Licisto campsite was great. I was just about to use the word peaceful but remembered that we were kept awake by a lesbian couple having a domestic in the early hours, which is what you get for camping at an ‘alternative’ cool site. Breakfast in the morning was enlivened by the source of the fresh eggs. Anything that you put down these chickens got their beaks into. I sprayed water at them from our bottles. They loved it and hung around to play. Otter sightings were once again very poor.
The weather was perfect for late autumn. It was the 26th of May and we cycled on with leg warmers and a gilet and would have had long fingered gloves if we had thought to bring them. We had a second breakfast in Tarbert which would have been cheaper in central London. Hills lay ahead on the A859 and we needed carbs and vitamins but the bill made me wince. The person in front asked for a receipt and I think she wanted to take it home and frame it.
Off we went in the direction of Stornaway and towards enough climbing to make you dress for summer on the way up and mid winter on the descent. This is touring cycling at it’s very best though, with hills, lochs and on that day, blue sky making Scotland just about the best place in the world. Many people come from all over the world to Lewis for the standing stones and they push the cost of a room up to silly prices. A Christmas break may need to be booked a year or more in advance if you want to stay near Calanais. It would probably be worth every penny.
I had been at Calanais many years ago and gosh how it has changed. It pulls in the Druid Dollar and Euro and so you need a big car park and interpretation centre. It is done as well as these places can be and I did like the underfloor heating as we sat and had coffee and cake in socked feet in the almost empty cafe. Calanais is impressive even on a world scale and unlike Stonehenge you can get right up to these massive stones and touch and hug them if you feel the need. In a few weeks time there would be hundreds of people spoiling your photograph, but on that day we had the place almost to ourselves and loved it.
We were cold and hungry and our resolve for camping was wearing more than a little bit thin. We stopped at two B&B’s when it started to rain. The first was a silly price and the second outrageous and both were full. No matter what you pay for a tent you will always get your money back. We cycled on and were glad we did.
We had been told that there were Blackhouses ahead that are converted into bunkhouse accommodation which is true. More importantly, on the beach just down from there are the ruins of more houses and flat land where camping is allowed. The Gearrannan Blackhouses are a wonderful spot, and yes, the camping is free and you can sneak in to use the shower block. It rained very heavily which in a well made and trustworthy tent can actually make things even nicer. We had saved a load of money, we were in a lovely place and we had not needed to cheat. We had got some of the money back on our kit as well.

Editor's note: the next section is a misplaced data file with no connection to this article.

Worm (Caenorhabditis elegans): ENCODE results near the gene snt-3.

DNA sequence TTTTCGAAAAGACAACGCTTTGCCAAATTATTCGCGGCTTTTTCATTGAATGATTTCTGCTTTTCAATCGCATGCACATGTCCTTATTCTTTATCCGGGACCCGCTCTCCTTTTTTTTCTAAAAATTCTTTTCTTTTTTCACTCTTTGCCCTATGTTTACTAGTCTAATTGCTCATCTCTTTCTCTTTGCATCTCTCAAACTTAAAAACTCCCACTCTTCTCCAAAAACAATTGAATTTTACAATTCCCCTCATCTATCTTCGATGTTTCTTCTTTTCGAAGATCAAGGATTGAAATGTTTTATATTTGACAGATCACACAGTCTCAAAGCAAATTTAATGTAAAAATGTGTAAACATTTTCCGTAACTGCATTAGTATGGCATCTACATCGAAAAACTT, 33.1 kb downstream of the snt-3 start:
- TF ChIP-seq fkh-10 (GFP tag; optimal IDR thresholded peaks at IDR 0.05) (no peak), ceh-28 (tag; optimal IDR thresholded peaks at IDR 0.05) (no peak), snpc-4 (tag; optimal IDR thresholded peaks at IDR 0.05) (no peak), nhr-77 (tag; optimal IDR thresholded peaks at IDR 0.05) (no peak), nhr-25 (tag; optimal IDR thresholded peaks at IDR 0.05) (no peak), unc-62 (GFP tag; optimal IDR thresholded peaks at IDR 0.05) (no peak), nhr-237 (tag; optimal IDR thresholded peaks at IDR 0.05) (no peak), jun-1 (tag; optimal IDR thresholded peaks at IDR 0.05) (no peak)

As we retraced our route on our bikes in the morning we stopped at a gallery come corner shop to pick up bread and listen to the Corncrakes. A little after the turn back onto the A858 there is a Broch and it is well worth a stop. Again we had it to ourselves but were told that in a few weeks time there would be hundreds of visitors a day making busking with a harp in the car park a lucrative gig.
Sunday looks like a good day to retreat to your bedroom and computer games, as the play park is one of the sources of excitement off limits on Lewis. There were similar social restrictions many years ago when I farmed on the top of Dartmoor, with farm work on a Sunday frowned upon. If it looked like there was to be a harvest threatening downpour on Monday, farmers rushed ahead doing a pass in every field, as the rule was that you could continue on a Sunday anything already started.
We had seriously under estimated how long you could cycle on Harris and Lewis if you want to get down to all the remote beaches. We would have to retrace our route back to Tarbert for the ferry to Skye leaving so much unexplored and whole map or two unopened in our panniers. We went down one of the side roads on our way back for a bit of exploration and arrived in Tarbert too late to work out a camping option. I have a rule never to use bunkhouse accommodation and for some reason broke it at the Rockview Bunkhouse. We had a very early ferry the next morning and this was convenient. I regretted the choice just after midnight as a fight broke out in the dorm. I should have looked at the map more and found a spot for a wild camp. I just do not have the constitution and passive nature to cope with communal living. Bunkhouse, Commune, Hostel or Kibbutz should never be used. Lesson learned again and yes, even self imposed rules are there for a reason.
We caught the ferry. But only just, as we were told one thing and then the exact opposite about buying a ticket and where to wait. It had been raining most of the night and more importantly, heavily since we had spilled out onto the pavement of the Rockview to put panniers back onto bikes. Sleep deprived and short of both temper and joy I waited to be called forward and up the ramp into the dry. Esther is always about two stiff shots of Scotch more happy and sanguine than myself at these moments and I know that I must let her do all of the talking if things are not to get out of hand. We picked a seat, hung things up to dry and tucked into the first breakfast of the day. A grey and cold Hebridean morning glided past the window as we sailed towards Skye.